In the first place, media helps show people in places where they don’t have rights what life can be like in places where the world is more open. If you really want to understand the politics of the Middle East better you can read my favorite book on the topic.

And that brings me to the US election.


By now most people acknowledge that social media helped play a role in candidate Obama’s 2008 election campaign. Ranjit Mathoda said it best in the previously linked NY Times article:

“Thomas Jefferson used newspapers to win the presidency, F.D.R. used radio to change the way he governed, J.F.K. was the first president to understand television, andHoward Dean saw the value of the Web for raising money.But Senator Barack Obama understood that you could use the Web to lower the cost of building a political brand, create a sense of connection and engagement, and dispense with the command and control method of governing to allow people to self-organize to do the work.”

In 2011 it is too early to say what the story of the 2012 election will be, but I’m certain that social media will play a large role in it and that it won’t look like the social media campaigns of 2007-08. I’m sure there will be some Macaca moments, but I’m excited to see what other innovations there will be.

I’m interested in watching initiatives that help make politics more open.

I was recently contacted by an open, Twitter-based jobs company, TweetMyJobs to participate in an online, open discussion about jobs in America and the election. My interest was piqued. This morning, 7/19/11 we will hold an open Twitter conference on job creation in America. Please join us. You can dip in for 5 minutes or stay for an hour.

The company claims it’s the first of its sort. I’ll be there to answer anything you have to throw at me regarding job creation.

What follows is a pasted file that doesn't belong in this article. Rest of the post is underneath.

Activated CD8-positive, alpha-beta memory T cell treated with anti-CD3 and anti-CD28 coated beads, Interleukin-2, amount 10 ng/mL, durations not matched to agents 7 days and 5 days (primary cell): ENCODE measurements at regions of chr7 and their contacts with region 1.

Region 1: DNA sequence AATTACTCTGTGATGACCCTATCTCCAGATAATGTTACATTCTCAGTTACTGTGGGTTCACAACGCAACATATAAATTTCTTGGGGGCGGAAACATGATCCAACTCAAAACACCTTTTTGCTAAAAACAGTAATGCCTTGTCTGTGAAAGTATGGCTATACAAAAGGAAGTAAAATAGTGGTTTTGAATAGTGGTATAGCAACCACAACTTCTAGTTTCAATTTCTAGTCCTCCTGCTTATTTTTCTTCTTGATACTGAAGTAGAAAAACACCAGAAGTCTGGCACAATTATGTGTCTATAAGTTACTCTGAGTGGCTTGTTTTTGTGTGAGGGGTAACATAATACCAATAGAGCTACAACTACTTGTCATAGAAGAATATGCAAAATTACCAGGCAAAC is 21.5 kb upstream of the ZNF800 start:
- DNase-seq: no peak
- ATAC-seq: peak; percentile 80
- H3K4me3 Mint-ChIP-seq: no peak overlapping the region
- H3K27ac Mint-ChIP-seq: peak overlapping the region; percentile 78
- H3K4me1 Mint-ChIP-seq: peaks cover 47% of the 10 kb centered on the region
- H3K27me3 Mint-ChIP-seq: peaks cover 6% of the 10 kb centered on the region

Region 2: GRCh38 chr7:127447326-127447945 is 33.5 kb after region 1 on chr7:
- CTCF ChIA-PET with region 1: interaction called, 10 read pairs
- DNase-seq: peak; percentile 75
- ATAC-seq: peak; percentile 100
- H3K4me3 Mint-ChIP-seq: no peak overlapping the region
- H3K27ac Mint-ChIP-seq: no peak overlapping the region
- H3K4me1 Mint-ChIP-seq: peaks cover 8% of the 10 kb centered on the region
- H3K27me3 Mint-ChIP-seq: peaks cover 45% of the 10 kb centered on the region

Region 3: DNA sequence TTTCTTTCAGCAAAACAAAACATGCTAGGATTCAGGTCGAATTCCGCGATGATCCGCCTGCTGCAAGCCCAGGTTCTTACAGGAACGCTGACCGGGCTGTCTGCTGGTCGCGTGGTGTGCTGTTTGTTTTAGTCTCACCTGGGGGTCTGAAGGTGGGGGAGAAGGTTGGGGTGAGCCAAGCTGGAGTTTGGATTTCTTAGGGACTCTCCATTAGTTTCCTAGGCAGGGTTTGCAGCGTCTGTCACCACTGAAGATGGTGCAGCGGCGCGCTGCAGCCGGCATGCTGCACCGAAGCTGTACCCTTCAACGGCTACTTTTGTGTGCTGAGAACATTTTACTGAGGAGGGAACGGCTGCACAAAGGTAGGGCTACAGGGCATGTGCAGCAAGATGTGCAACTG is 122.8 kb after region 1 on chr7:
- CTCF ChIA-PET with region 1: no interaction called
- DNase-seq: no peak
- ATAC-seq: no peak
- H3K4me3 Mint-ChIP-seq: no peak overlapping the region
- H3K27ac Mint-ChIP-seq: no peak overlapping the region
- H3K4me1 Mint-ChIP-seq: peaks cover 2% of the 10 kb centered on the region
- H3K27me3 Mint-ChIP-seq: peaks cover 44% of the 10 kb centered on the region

I will be in a forum withLou Kerner, the best read social media analyst working on Wall Street. Just use the hashtag#jobs4USp (that way I’ll see it). I’ll be on at 11am PT.

The event’s Tweetnote will be Tim Pawlenty at 9.15am PT, who is a candidate for the Republican party and is the former governor of Minnesota. Questions for him with#jobs4US

TweetMyJobs is a startup that interests me because it uses an open social interest graph to help job seekers and companies find each other. (no, I’m not an investor in the company). Companies such as Starbucks, McDonalds, IBM, Motorola & SAP are using their platform that is now generating more than 1 million job leads per month according to the company.

This election will be about jobs. And while we in the tech sector don’t feel itacutely (unless you work for Cisco), believe me that much of the country is still in pain.You wouldn’t know employment was a problem if you frequented the restaurants & bars of San Francisco, went shopping for a house in Palo Alto or visited the high-end malls of Los Angeles.

I was glad to see Jon Bischke, one of the most likable guys in Silicon Valley talking about unemployment & the two-speed economy this week on TechCrunch. There’s a real problem with job creation in this country that we need to deal with or even those of us in the tech sector will be affected.


That’s what I plan to talk about at the TweetMyJobs conference. I look forward to debating with all of you in real time. On the open web. Using the Twitter stream. On a website that Twitter probably doesn’t even know exists. Where I’ll drive my Twitter followers. With an open link that refers you there. See you then.

Iran Twitter Image courtesy of political cartoonist John Cole for the Scranton Times.

Reprinted from Both Sides of the Table

Mark Suster is a 2x entrepreneur who has gone to the Dark Side of VC. He joined GRP Partners in 2007 as a General Partner after selling his company to He focuses on early-stage technology companies. Follow him at

About the author

I grew up in Northern California and was fortunate enough to have computers around my house and school from a young age. In fact, in high school in the mid-eighties I sold computer software and taught advanced computers